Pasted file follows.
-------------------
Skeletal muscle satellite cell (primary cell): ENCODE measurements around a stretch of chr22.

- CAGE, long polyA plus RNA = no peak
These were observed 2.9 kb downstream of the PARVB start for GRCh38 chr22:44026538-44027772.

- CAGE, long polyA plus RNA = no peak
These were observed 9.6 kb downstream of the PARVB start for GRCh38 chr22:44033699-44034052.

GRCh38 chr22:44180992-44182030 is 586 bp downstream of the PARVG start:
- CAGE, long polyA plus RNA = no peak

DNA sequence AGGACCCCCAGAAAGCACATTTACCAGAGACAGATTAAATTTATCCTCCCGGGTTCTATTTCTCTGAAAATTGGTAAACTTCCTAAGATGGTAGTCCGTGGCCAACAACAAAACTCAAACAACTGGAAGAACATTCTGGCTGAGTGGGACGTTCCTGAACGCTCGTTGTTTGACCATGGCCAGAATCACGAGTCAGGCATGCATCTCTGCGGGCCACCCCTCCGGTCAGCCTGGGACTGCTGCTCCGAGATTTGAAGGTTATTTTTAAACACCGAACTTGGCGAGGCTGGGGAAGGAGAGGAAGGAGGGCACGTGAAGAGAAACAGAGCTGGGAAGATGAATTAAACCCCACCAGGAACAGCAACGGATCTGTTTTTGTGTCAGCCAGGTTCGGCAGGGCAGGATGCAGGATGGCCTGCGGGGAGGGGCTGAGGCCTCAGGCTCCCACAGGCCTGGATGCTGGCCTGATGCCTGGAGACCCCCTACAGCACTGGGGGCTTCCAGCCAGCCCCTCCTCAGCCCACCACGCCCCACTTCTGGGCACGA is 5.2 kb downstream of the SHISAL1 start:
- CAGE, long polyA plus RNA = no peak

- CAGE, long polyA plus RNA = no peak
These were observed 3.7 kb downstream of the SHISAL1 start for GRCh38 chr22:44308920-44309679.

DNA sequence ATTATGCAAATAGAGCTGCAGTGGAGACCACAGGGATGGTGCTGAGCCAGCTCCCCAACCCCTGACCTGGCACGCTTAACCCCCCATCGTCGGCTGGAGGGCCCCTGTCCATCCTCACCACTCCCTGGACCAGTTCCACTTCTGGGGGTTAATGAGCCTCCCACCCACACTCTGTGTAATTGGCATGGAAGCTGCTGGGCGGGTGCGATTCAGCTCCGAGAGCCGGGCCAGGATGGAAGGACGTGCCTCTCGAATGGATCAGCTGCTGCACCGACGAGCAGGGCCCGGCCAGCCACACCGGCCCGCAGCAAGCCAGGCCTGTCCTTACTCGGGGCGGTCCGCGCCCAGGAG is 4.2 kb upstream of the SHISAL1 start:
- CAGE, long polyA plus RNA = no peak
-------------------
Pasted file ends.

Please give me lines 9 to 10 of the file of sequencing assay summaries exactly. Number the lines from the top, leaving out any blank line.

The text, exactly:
- CAGE, long polyA plus RNA = no peak

- CAGE, long polyA plus RNA = no peak